“Dean once told me that if this wouldn’t have happened to him, he wouldn’t have found God.” My mother reflects on Dean’s words of wisdom that stay with her to this day. She once had a dream that she was stuck inside of her body and was not able to move. “That was the closest I have come to understanding what he was going through,” she says, meditating on the fear she felt when she woke up.
Truth be told, no one could know what he was going through.
“I don’t even want to know how it feels to lose your husband to that. Just to watch him slowly die. You have no control. I don’t even want to think about it,” Stephanie Armenta, 20, explains in disbelief. “Everyone knew him. You can’t live in Glendora and not know about Dean. He was just a valuable person, you know? Just one of those people you can’t forget.”
“He was just a genuinely good person,” Stephanie’s boyfriend Matt states. “No one was more influential in this town.”
200 other citizens of Glendora agreed, attending Dean’s memorial on May 2, 2004, almost a week after his anticipated death. Dean had outlived his diagnosis by five years, which is average for most ALS patients. During this traumatic time, Dean met many wonderful people who enveloped his family with loving hearts and open arms. The day he died, instead of shedding tears, laughter could be heard throughout the halls of the Karnoski house, which was overflowing with loved ones.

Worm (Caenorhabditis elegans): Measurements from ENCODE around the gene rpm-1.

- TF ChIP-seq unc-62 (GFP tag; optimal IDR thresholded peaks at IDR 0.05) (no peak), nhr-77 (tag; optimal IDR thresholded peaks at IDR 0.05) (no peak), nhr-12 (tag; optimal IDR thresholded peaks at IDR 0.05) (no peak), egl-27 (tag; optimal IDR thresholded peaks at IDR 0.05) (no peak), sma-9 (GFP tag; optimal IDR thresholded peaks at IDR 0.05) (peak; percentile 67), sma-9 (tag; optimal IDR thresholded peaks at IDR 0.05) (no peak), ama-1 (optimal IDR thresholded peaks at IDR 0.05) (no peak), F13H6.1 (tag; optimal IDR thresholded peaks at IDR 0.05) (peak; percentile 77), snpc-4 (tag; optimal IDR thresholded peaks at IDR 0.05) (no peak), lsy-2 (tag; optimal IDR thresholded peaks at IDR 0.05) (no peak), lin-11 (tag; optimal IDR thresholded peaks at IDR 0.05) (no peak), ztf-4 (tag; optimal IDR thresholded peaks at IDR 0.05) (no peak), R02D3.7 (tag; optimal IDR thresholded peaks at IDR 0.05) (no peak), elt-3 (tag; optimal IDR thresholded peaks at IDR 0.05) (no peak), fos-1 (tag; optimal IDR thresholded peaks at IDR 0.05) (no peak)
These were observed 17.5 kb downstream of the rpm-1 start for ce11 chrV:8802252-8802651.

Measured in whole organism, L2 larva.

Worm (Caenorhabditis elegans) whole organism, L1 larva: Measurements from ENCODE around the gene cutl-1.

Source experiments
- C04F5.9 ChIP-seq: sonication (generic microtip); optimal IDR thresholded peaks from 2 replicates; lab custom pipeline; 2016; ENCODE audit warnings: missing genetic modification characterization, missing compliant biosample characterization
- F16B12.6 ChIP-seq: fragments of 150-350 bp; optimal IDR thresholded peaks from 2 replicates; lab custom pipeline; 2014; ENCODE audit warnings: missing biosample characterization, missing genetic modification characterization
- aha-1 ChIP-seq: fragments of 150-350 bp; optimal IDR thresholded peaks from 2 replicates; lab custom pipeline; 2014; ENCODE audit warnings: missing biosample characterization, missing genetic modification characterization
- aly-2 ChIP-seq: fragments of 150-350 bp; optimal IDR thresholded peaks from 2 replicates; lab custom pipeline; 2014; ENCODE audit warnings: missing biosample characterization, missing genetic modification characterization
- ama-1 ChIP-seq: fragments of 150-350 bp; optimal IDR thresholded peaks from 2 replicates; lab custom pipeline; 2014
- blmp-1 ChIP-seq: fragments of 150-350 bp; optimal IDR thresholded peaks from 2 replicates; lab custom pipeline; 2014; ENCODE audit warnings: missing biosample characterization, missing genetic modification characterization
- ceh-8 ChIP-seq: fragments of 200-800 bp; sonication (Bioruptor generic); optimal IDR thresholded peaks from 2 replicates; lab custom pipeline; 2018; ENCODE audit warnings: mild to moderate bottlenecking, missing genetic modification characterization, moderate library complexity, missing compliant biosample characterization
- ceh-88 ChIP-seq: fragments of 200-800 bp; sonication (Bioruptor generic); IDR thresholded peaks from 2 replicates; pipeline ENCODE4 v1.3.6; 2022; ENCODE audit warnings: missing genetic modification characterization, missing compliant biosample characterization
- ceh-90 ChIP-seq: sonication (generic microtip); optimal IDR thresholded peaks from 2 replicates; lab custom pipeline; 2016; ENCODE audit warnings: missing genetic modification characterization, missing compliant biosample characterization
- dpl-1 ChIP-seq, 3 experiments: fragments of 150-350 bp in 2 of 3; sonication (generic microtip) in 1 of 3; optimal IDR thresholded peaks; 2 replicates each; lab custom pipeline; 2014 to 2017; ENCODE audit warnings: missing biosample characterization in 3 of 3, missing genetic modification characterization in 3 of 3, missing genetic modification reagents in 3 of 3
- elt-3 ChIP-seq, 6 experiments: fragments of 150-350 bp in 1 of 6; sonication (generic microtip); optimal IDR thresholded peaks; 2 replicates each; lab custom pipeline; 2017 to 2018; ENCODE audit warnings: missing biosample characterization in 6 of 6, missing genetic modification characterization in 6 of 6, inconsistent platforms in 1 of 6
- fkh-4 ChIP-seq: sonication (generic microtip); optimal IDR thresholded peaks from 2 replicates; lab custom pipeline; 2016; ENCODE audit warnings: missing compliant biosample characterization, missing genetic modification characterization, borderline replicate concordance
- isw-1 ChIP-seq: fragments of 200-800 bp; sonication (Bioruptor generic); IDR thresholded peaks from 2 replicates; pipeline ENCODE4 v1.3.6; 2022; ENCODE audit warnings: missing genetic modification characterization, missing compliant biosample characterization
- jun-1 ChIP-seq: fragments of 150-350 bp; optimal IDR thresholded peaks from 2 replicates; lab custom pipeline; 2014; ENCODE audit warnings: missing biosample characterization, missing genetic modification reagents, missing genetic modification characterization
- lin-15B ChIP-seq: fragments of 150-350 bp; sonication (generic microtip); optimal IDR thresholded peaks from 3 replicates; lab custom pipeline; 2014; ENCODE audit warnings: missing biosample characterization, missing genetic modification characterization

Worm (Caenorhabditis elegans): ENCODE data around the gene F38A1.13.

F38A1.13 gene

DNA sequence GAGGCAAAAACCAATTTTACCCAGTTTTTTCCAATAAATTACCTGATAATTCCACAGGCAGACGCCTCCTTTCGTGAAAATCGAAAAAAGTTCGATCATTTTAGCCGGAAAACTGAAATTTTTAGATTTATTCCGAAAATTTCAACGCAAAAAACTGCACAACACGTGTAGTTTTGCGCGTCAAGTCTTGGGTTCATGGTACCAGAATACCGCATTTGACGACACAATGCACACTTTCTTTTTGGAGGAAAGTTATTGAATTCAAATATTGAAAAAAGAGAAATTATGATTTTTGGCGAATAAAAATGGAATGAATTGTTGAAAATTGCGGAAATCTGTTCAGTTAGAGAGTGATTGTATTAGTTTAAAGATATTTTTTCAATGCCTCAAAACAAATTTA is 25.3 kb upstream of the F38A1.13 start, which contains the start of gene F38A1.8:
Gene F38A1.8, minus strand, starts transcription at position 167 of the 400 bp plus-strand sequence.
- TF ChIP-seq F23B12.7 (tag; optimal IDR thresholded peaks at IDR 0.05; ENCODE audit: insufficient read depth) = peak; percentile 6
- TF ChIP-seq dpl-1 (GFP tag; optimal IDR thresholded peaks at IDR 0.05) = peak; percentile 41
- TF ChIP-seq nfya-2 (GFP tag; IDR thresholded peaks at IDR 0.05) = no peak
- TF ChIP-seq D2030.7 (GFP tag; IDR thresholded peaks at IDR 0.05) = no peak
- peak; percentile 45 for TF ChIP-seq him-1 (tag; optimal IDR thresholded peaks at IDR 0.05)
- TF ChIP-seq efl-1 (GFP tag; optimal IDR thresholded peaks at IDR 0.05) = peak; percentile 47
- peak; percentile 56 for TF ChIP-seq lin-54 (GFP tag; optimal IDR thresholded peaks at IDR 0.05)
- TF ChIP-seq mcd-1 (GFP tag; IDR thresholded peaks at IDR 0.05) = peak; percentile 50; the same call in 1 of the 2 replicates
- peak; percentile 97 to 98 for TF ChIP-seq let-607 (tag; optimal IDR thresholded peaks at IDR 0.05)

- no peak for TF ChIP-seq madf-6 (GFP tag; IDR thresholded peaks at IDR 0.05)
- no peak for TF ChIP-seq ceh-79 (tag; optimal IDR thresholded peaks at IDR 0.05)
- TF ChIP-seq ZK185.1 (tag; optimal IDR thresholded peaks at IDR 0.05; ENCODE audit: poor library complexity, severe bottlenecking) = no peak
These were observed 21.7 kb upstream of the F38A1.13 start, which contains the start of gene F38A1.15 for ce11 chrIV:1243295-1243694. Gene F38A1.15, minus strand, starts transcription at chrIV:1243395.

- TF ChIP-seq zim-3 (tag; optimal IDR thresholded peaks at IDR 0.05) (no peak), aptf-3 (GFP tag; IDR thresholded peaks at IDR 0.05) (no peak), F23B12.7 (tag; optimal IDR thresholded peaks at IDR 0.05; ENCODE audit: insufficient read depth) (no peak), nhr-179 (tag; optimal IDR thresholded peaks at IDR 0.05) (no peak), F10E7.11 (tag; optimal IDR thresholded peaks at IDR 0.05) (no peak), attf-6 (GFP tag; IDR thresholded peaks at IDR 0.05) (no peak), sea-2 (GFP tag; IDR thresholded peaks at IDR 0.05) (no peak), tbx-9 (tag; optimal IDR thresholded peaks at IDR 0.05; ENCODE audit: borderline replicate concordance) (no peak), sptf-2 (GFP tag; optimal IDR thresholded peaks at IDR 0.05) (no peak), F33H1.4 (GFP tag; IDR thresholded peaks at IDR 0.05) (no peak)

“He isn’t in pain anymore. He can run, eat food, do whatever he wants. He gets to live with Jesus now.” Claudia surrounds herself with loving people who support her while she celebrates the life of her late husband. “Of course I’m sad,” she says, “but he isn’t hurting, and that’s all I wanted for him.”
“I finally can watch my soap operas!” My mom jokes, having been his caregiver all day, everyday for the past three years. “No, honestly, I will miss him dearly. It will be a hard transition.”
I talked to Claudia just recently about Dean’s ailment, two and a half years later. Walking into the house that was once abundant was oxygen tanks and medical supplies, it has taken on a new form. New furniture scatters the living room and pictures plaster to walls. Claudia has spent her days redecorating and working, but mostly getting her mind off of Dean.
“Things are constantly getting better. For a while, I was severely depressed. I thought it would be easier because we knew for so long that he was going to go, but it was worse. He was what kept me occupied all day long, and now I have nothing to do. Its getting easier though, I mean, it can’t get any worse. I know he is watching us and keeping us safe. I know that Dean is finally at peace.”


Blogger LukeK. said...

Hailey this is beautiful and this is Luke by the way i just stumbled across this and it really was amazing. I know this is a little over do but its just cool to go back to memories and see what we went through and that we came out of it in the end. I love you and your family and I'm happy i came over with my ice cream that day.haha. i will always love you guys and you are truly part of our family forever.

12:43 AM